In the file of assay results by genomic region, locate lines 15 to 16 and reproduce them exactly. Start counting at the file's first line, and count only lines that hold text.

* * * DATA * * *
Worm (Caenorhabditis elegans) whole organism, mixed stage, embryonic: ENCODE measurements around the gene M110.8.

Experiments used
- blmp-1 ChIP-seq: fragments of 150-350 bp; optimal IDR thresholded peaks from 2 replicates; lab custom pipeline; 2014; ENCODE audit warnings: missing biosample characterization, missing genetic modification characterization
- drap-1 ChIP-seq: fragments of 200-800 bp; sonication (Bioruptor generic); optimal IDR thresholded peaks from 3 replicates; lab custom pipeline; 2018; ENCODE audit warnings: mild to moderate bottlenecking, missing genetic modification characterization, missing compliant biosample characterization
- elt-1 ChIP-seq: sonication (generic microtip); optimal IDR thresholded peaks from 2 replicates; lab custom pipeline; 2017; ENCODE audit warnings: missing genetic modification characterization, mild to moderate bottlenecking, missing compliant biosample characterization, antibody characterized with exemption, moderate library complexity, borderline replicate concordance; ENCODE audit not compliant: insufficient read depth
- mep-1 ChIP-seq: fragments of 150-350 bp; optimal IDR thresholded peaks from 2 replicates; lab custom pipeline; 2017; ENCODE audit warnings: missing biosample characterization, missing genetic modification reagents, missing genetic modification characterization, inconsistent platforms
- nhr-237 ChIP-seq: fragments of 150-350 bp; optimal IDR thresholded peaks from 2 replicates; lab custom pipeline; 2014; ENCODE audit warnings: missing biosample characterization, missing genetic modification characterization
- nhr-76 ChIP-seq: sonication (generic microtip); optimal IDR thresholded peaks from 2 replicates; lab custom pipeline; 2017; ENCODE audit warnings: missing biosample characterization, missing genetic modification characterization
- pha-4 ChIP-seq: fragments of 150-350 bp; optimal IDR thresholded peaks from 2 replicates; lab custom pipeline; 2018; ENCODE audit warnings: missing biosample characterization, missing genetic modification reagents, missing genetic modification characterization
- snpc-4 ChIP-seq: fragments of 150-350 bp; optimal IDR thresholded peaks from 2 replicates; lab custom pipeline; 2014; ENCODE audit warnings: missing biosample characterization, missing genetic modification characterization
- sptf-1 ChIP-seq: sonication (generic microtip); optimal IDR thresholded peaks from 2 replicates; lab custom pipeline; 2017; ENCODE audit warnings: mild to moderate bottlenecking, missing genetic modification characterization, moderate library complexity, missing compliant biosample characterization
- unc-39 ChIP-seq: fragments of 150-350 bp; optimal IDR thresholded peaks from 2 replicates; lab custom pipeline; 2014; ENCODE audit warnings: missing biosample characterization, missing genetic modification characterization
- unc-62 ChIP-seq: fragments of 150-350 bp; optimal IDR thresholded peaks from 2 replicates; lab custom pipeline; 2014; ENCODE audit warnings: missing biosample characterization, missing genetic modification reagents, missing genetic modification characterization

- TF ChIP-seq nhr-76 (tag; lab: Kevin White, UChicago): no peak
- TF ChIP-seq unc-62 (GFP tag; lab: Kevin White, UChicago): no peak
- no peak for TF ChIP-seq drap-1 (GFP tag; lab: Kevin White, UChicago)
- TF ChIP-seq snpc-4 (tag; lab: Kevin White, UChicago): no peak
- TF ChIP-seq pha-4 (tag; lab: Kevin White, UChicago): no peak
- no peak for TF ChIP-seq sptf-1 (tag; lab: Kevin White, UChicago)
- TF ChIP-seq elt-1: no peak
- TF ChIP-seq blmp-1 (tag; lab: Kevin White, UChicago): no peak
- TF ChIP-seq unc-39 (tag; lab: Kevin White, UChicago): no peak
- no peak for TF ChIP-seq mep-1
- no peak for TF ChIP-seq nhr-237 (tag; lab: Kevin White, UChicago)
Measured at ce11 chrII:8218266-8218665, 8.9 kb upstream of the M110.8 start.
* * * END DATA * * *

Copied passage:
- TF ChIP-seq unc-62 (GFP tag; lab: Kevin White, UChicago): no peak
- no peak for TF ChIP-seq drap-1 (GFP tag; lab: Kevin White, UChicago)